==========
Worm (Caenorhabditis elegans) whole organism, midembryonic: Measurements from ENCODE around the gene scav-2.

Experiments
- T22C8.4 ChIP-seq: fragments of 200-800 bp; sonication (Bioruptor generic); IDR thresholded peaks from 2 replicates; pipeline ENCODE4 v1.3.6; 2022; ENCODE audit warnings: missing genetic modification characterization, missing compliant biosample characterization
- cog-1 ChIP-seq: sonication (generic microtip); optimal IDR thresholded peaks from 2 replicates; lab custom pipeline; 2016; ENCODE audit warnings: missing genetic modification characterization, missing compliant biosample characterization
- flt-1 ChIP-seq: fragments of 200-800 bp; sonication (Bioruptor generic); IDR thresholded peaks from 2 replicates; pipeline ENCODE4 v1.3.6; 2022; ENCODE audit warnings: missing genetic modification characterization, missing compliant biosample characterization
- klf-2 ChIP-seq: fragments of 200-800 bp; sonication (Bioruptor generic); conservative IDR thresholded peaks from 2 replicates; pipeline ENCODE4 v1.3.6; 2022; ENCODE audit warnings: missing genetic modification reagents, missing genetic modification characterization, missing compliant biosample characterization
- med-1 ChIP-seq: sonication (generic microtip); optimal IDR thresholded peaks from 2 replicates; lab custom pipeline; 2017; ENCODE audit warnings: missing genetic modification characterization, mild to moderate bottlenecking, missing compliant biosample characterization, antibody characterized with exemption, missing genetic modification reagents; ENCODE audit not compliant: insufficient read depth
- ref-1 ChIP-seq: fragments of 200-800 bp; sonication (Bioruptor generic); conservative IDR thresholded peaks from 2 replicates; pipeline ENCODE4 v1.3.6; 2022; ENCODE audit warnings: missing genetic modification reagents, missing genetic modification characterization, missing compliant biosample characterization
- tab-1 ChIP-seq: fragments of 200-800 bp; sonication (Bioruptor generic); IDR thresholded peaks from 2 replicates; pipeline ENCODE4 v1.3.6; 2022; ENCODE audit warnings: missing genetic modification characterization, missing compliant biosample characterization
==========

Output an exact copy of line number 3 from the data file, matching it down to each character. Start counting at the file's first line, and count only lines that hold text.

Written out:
- T22C8.4 ChIP-seq: fragments of 200-800 bp; sonication (Bioruptor generic); IDR thresholded peaks from 2 replicates; pipeline ENCODE4 v1.3.6; 2022; ENCODE audit warnings: missing genetic modification characterization, missing compliant biosample characterization